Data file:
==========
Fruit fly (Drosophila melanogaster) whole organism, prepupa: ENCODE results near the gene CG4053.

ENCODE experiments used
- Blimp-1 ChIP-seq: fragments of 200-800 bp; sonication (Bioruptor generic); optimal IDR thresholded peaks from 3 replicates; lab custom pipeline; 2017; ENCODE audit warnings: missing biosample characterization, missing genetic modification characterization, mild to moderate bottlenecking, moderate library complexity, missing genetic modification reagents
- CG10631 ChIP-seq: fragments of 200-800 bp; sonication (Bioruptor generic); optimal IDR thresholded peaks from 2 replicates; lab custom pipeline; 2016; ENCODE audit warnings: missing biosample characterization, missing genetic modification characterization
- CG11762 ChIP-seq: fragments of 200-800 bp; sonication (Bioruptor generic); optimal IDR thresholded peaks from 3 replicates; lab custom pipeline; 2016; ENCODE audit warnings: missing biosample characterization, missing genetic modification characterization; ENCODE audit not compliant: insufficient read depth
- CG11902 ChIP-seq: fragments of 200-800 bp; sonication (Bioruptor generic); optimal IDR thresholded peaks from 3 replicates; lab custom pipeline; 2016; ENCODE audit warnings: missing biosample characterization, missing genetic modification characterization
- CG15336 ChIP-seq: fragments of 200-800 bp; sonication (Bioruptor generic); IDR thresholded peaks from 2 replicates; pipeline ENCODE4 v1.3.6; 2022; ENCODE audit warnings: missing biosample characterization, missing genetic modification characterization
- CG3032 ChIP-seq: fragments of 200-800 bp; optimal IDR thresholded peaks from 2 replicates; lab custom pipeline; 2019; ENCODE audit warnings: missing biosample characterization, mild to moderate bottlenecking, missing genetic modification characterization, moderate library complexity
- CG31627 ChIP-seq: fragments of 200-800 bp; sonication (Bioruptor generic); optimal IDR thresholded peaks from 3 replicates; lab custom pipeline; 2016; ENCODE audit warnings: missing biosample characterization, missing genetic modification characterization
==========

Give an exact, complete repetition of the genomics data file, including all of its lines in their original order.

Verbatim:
Fruit fly (Drosophila melanogaster) whole organism, prepupa: ENCODE results near the gene CG4053.

ENCODE experiments used
- Blimp-1 ChIP-seq: fragments of 200-800 bp; sonication (Bioruptor generic); optimal IDR thresholded peaks from 3 replicates; lab custom pipeline; 2017; ENCODE audit warnings: missing biosample characterization, missing genetic modification characterization, mild to moderate bottlenecking, moderate library complexity, missing genetic modification reagents
- CG10631 ChIP-seq: fragments of 200-800 bp; sonication (Bioruptor generic); optimal IDR thresholded peaks from 2 replicates; lab custom pipeline; 2016; ENCODE audit warnings: missing biosample characterization, missing genetic modification characterization
- CG11762 ChIP-seq: fragments of 200-800 bp; sonication (Bioruptor generic); optimal IDR thresholded peaks from 3 replicates; lab custom pipeline; 2016; ENCODE audit warnings: missing biosample characterization, missing genetic modification characterization; ENCODE audit not compliant: insufficient read depth
- CG11902 ChIP-seq: fragments of 200-800 bp; sonication (Bioruptor generic); optimal IDR thresholded peaks from 3 replicates; lab custom pipeline; 2016; ENCODE audit warnings: missing biosample characterization, missing genetic modification characterization
- CG15336 ChIP-seq: fragments of 200-800 bp; sonication (Bioruptor generic); IDR thresholded peaks from 2 replicates; pipeline ENCODE4 v1.3.6; 2022; ENCODE audit warnings: missing biosample characterization, missing genetic modification characterization
- CG3032 ChIP-seq: fragments of 200-800 bp; optimal IDR thresholded peaks from 2 replicates; lab custom pipeline; 2019; ENCODE audit warnings: missing biosample characterization, mild to moderate bottlenecking, missing genetic modification characterization, moderate library complexity
- CG31627 ChIP-seq: fragments of 200-800 bp; sonication (Bioruptor generic); optimal IDR thresholded peaks from 3 replicates; lab custom pipeline; 2016; ENCODE audit warnings: missing biosample characterization, missing genetic modification characterization